The Silent Invasion

We've been invaded, but there are no armies, no soldiers. This is a silent invasion. The aggressors are invasive plants that are silently creeping over vast expanses of natural areas, wreaking havoc on local ecosystems.

The majority of these invasive plants are also non-native. Plants native to North America are generally recognized as those occurring on the continent prior to European settlement. Non-native plants are species that have been introduced to an area by humans from other continents, states, ecosystems and habitats. Many non-native plants have great economic value for agriculture, forestry, horticulture and other industries and pose little to no threat to our natural ecosystems. Others have become invasive and pose a serious ecological threat.

Plants are considered invasive if they spread out of control dominating the local environment and crowding out native plants. Because they have been introduced into an environment in which they did not evolve, there are no natural predators, parasites or other controls to keep these invasive plants in check. Invasive plants grow fast and mature early in the season and reproduce profusely. Some invasive vines will actually bring down trees by their sheer weight.

They out-compete native plants for light, water and nutrients and eliminate entire native plant communities---and they change the composition of the landscape. The ecological balance of plants, animals, soil, and water achieved over many thousands of years is destroyed. As native plants are displaced, animal populations that rely on the plants for food and shelter also decline. When invasive plants take over wetlands, forests or meadows, we lose the native plants and the habitats that local wildlife need.

In the United States, invasive plants already infest more than 100 million acres and continue to increase by 8 to 20 percent annually. Once established, invasive plants require enormous amounts of time, labor and money to control or eliminate. Invasive species cost the United States an estimated $34.7 billion each year in control efforts and agricultural losses.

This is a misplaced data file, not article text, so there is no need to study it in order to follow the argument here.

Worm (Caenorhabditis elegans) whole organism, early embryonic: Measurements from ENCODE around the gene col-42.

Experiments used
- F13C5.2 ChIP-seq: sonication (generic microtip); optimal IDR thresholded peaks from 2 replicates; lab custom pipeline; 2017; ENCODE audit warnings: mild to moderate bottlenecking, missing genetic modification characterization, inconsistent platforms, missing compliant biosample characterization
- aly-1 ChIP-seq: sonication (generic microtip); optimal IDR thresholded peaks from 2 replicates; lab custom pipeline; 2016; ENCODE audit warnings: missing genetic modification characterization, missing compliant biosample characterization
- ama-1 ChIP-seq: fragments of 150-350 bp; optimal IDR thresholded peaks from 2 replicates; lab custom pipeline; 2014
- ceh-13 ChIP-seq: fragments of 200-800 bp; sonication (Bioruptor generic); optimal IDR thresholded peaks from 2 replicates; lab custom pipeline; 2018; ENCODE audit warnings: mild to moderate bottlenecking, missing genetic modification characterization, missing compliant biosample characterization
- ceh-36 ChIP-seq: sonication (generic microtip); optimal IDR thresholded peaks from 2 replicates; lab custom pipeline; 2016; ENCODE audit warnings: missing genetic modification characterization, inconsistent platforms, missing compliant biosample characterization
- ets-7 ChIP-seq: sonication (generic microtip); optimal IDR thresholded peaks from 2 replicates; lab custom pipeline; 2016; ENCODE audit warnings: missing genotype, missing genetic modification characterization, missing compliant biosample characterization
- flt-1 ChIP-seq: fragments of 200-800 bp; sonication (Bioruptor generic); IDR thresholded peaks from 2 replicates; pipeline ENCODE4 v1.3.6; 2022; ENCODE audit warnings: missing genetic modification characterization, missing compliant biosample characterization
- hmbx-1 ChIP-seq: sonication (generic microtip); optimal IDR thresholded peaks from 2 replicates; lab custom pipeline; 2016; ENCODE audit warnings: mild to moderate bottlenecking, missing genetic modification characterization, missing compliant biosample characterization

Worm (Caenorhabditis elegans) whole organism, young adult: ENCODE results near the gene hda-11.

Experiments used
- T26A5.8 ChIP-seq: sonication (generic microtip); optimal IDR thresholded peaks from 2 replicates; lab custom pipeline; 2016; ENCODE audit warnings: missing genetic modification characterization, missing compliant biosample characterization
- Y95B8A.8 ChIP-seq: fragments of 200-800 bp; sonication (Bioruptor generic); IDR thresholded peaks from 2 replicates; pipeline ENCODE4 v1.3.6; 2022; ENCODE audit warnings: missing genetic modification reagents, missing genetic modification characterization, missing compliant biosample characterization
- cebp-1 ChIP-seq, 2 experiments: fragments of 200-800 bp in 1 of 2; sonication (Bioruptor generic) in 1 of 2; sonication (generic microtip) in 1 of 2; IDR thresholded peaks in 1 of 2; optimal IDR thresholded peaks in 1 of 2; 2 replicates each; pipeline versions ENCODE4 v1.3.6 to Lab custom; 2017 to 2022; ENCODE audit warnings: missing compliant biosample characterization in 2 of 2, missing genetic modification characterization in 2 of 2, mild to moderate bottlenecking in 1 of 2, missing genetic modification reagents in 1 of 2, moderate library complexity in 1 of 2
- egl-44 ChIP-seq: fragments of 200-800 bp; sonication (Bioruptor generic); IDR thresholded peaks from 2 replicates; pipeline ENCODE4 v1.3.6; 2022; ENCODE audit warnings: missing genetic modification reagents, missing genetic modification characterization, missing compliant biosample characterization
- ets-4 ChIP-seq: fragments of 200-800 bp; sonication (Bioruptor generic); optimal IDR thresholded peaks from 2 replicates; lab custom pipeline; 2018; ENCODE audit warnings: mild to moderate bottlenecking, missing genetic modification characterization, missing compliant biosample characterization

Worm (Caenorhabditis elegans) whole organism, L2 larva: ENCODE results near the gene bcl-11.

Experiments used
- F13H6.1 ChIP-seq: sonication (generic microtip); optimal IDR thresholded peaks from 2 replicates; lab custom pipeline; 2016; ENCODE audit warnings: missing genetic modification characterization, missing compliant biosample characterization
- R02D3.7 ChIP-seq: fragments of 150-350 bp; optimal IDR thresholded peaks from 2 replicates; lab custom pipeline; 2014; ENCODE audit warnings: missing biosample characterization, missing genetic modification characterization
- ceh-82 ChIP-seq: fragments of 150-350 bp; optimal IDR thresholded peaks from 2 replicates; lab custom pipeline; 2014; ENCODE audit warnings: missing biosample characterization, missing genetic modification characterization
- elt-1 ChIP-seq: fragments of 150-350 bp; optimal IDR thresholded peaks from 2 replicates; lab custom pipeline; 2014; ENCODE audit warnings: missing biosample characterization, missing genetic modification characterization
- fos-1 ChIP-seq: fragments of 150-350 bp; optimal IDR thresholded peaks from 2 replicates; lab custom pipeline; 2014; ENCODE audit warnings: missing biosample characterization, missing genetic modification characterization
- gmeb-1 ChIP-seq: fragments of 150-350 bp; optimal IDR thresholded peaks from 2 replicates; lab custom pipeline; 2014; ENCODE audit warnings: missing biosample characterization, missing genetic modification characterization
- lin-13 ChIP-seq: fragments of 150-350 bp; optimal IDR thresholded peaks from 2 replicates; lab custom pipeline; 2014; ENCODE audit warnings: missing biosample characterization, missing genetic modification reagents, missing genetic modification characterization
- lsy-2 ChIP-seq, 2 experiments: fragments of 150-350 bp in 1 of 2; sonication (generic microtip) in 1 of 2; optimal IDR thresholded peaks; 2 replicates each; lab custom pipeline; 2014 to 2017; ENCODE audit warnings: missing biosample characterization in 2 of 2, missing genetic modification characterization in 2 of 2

Invasive plants also affect the type of recreational activities that we can enjoy in natural areas such as boating, bird watching, fishing and exploring. Some invasives become so thick that it is impossible to access waterways, forests and other areas.

Estimates indicate that non-native plants infest 4,600 new acres of federal land each day. Each year, non-natives spread into an area larger than the state of Delaware. Overall, invasive plants threaten every aspect of the North American environment including national wildlife refuges, national parks, recreation areas, wilderness areas, forests, wetlands and croplands.

Spring has sprung and, like countless other Americans, you're going to spend some time and money sprucing up and landscaping your yard. Be careful when choosing plants---you could unknowingly introduce an invasive plant. Many times homeowners don't know that a plant in their yard can become a menace in the wild. However, some common landscape plants found at most nurseries are invasive.

Become familiar with invasive plant species in your area and avoid planting them. Ask for native-plant alternatives at your nursery. If you already have invasive plants on your property, consider removing them and replacing them with native species. Here are a few troublesome plants to avoid, followed by suggested native alternatives:

Purple loosestrife (Lythrum salicaria); native alternatives: blazing star (Liatris spicata), cardinal flower (Lobelia cardinalis), obedient plant (Physostegia virginiana).

Chinese wisteria (Wisteria sinensis) and Japanese wisteria (Wisteria floribunda); native alternatives: American wisteria (Wisteria fructescens), trumpet creeper (Campsis radicans) trumpet honeysuckle (Lonicera sempervirens).

Bradford pear (Pyrus calleryana 'Bradford'); native alternatives: redbud (Cercis canadensis), serviceberry (Amelanchier canadensis), southern arrowwood (Viburnum dentatum).

The National Park Service and U.S. Fish and Wildlife Service have put together the publication entitled "Plant Invaders of Mid-Atlantic Natural Areas." The color guide describes common invasive plants and alternative native plants to use instead. To receive a copy, contact U.S. Fish and Wildlife Service, Chesapeake Bay Field Office at (410) 573-4500 or download a copy from

For more information, visit the USFWS, Chesapeake Bay Field Office's BayScapes website at

Kathy Reshetiloff is employed by the U.S. Fish and Wildlife Service, U. S. Department of the Interior.


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